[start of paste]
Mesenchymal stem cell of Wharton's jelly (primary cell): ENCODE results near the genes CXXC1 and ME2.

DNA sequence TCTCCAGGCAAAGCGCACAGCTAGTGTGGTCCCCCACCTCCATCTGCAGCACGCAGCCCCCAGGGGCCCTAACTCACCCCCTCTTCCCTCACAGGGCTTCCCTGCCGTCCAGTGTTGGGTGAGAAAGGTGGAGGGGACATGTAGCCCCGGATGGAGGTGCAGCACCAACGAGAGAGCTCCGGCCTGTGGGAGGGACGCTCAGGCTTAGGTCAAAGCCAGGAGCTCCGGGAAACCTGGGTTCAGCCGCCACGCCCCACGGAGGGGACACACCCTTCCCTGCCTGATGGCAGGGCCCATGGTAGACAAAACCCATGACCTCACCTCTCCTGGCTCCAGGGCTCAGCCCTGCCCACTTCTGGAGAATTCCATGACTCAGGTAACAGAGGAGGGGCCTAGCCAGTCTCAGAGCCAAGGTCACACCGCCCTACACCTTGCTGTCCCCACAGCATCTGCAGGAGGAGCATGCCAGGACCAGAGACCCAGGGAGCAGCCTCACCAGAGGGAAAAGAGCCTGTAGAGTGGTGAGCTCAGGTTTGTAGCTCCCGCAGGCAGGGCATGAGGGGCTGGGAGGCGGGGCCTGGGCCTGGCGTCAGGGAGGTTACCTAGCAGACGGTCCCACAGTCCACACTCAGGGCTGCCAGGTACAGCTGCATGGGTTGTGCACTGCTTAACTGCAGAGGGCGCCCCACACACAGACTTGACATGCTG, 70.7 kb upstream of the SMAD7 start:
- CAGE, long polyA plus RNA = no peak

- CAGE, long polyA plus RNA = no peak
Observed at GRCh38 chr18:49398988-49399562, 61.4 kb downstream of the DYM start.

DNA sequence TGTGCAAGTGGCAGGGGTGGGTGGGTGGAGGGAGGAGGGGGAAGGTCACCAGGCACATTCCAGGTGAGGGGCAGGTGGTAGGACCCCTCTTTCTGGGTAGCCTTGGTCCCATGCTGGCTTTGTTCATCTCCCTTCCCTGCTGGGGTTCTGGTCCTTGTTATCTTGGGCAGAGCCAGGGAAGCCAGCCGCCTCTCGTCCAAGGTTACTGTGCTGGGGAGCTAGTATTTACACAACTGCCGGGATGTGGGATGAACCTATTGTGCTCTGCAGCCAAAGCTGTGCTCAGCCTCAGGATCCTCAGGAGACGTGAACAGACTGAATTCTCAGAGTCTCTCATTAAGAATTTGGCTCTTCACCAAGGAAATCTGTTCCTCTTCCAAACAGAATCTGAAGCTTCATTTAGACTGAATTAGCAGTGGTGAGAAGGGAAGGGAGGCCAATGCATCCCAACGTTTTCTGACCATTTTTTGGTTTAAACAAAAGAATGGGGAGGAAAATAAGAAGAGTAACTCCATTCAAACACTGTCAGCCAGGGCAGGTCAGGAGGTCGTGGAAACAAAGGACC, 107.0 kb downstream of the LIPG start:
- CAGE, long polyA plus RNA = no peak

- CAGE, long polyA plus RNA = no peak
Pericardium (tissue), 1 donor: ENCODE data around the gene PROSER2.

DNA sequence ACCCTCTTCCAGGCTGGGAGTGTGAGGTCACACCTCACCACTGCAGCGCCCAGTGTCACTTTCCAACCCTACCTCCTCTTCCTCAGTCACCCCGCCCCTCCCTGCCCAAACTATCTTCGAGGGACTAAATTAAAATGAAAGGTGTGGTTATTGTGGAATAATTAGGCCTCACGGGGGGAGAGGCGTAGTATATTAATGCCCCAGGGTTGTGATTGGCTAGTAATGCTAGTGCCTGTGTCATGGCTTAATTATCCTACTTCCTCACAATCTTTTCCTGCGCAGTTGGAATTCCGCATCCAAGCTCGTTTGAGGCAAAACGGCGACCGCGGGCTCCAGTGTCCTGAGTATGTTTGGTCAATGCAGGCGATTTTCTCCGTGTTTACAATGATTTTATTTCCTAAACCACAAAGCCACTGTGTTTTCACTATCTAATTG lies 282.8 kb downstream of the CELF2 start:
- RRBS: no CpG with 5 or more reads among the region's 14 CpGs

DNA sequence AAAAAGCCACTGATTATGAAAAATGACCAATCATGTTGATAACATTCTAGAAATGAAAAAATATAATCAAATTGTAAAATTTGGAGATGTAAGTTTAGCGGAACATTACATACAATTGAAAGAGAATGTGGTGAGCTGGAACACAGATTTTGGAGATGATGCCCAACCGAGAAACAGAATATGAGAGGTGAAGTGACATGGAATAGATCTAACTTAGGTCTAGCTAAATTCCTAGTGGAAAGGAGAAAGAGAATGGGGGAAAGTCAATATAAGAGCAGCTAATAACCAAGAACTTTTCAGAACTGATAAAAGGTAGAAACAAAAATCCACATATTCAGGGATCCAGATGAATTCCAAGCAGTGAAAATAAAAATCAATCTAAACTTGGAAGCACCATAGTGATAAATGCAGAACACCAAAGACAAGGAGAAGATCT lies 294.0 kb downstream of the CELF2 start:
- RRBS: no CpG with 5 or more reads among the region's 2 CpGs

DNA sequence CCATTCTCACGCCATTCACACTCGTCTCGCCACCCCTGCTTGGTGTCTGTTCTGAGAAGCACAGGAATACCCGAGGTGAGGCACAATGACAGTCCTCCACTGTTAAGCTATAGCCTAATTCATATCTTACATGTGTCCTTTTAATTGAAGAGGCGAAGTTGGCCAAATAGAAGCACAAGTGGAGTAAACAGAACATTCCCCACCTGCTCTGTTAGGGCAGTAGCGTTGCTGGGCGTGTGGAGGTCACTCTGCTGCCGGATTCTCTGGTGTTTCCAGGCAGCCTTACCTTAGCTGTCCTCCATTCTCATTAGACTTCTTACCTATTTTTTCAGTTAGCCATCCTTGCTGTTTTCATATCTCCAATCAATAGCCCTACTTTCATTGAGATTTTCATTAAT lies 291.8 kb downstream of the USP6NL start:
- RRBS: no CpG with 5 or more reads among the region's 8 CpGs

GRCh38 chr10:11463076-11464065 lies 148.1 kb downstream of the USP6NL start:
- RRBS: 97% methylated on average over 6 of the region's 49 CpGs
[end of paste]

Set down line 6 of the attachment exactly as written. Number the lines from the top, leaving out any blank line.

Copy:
DNA sequence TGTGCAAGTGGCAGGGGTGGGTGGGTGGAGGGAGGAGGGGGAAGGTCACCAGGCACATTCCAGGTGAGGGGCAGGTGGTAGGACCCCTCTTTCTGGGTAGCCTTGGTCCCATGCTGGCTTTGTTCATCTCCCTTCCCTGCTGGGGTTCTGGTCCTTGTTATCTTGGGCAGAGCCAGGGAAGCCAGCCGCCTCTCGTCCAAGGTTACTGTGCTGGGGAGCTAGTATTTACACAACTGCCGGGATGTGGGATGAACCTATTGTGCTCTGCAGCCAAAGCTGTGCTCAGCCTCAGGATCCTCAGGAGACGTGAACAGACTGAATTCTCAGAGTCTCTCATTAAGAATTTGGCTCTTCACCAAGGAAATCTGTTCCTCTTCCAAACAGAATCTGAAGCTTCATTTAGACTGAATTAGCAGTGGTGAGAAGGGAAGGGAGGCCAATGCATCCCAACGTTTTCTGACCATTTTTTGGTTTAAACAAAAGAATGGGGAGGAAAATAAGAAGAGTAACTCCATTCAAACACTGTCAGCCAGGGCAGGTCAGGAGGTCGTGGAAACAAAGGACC, 107.0 kb downstream of the LIPG start: